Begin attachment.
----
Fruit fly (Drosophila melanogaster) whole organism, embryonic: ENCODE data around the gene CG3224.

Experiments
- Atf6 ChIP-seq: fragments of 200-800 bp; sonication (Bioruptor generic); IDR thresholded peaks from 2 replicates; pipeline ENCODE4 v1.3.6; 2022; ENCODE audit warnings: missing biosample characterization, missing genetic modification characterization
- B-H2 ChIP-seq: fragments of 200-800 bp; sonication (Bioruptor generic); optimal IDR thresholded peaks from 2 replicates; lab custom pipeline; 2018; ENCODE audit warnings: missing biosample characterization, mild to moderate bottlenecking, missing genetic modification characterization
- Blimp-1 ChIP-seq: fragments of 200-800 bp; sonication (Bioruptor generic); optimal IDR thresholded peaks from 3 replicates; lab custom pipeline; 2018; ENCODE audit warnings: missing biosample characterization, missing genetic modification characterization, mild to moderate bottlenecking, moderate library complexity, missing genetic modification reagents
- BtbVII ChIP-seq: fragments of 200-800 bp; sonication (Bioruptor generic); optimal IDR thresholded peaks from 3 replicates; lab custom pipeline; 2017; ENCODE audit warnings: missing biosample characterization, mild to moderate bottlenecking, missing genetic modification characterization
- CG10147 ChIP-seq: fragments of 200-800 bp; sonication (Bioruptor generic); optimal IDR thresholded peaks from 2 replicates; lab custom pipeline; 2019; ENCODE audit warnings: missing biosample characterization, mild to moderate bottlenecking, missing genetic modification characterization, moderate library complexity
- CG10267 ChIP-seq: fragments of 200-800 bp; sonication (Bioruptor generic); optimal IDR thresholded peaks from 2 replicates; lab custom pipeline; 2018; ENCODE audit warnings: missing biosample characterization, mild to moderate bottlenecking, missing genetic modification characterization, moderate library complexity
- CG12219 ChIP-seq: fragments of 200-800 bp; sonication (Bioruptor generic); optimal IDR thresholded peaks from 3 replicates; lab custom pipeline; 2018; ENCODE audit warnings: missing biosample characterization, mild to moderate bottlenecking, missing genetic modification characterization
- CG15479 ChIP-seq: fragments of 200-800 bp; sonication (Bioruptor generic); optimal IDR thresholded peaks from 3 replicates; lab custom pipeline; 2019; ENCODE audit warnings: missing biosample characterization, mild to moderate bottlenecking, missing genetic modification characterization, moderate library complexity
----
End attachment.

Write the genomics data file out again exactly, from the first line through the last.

Fruit fly (Drosophila melanogaster) whole organism, embryonic: ENCODE data around the gene CG3224.

Experiments
- Atf6 ChIP-seq: fragments of 200-800 bp; sonication (Bioruptor generic); IDR thresholded peaks from 2 replicates; pipeline ENCODE4 v1.3.6; 2022; ENCODE audit warnings: missing biosample characterization, missing genetic modification characterization
- B-H2 ChIP-seq: fragments of 200-800 bp; sonication (Bioruptor generic); optimal IDR thresholded peaks from 2 replicates; lab custom pipeline; 2018; ENCODE audit warnings: missing biosample characterization, mild to moderate bottlenecking, missing genetic modification characterization
- Blimp-1 ChIP-seq: fragments of 200-800 bp; sonication (Bioruptor generic); optimal IDR thresholded peaks from 3 replicates; lab custom pipeline; 2018; ENCODE audit warnings: missing biosample characterization, missing genetic modification characterization, mild to moderate bottlenecking, moderate library complexity, missing genetic modification reagents
- BtbVII ChIP-seq: fragments of 200-800 bp; sonication (Bioruptor generic); optimal IDR thresholded peaks from 3 replicates; lab custom pipeline; 2017; ENCODE audit warnings: missing biosample characterization, mild to moderate bottlenecking, missing genetic modification characterization
- CG10147 ChIP-seq: fragments of 200-800 bp; sonication (Bioruptor generic); optimal IDR thresholded peaks from 2 replicates; lab custom pipeline; 2019; ENCODE audit warnings: missing biosample characterization, mild to moderate bottlenecking, missing genetic modification characterization, moderate library complexity
- CG10267 ChIP-seq: fragments of 200-800 bp; sonication (Bioruptor generic); optimal IDR thresholded peaks from 2 replicates; lab custom pipeline; 2018; ENCODE audit warnings: missing biosample characterization, mild to moderate bottlenecking, missing genetic modification characterization, moderate library complexity
- CG12219 ChIP-seq: fragments of 200-800 bp; sonication (Bioruptor generic); optimal IDR thresholded peaks from 3 replicates; lab custom pipeline; 2018; ENCODE audit warnings: missing biosample characterization, mild to moderate bottlenecking, missing genetic modification characterization
- CG15479 ChIP-seq: fragments of 200-800 bp; sonication (Bioruptor generic); optimal IDR thresholded peaks from 3 replicates; lab custom pipeline; 2019; ENCODE audit warnings: missing biosample characterization, mild to moderate bottlenecking, missing genetic modification characterization, moderate library complexity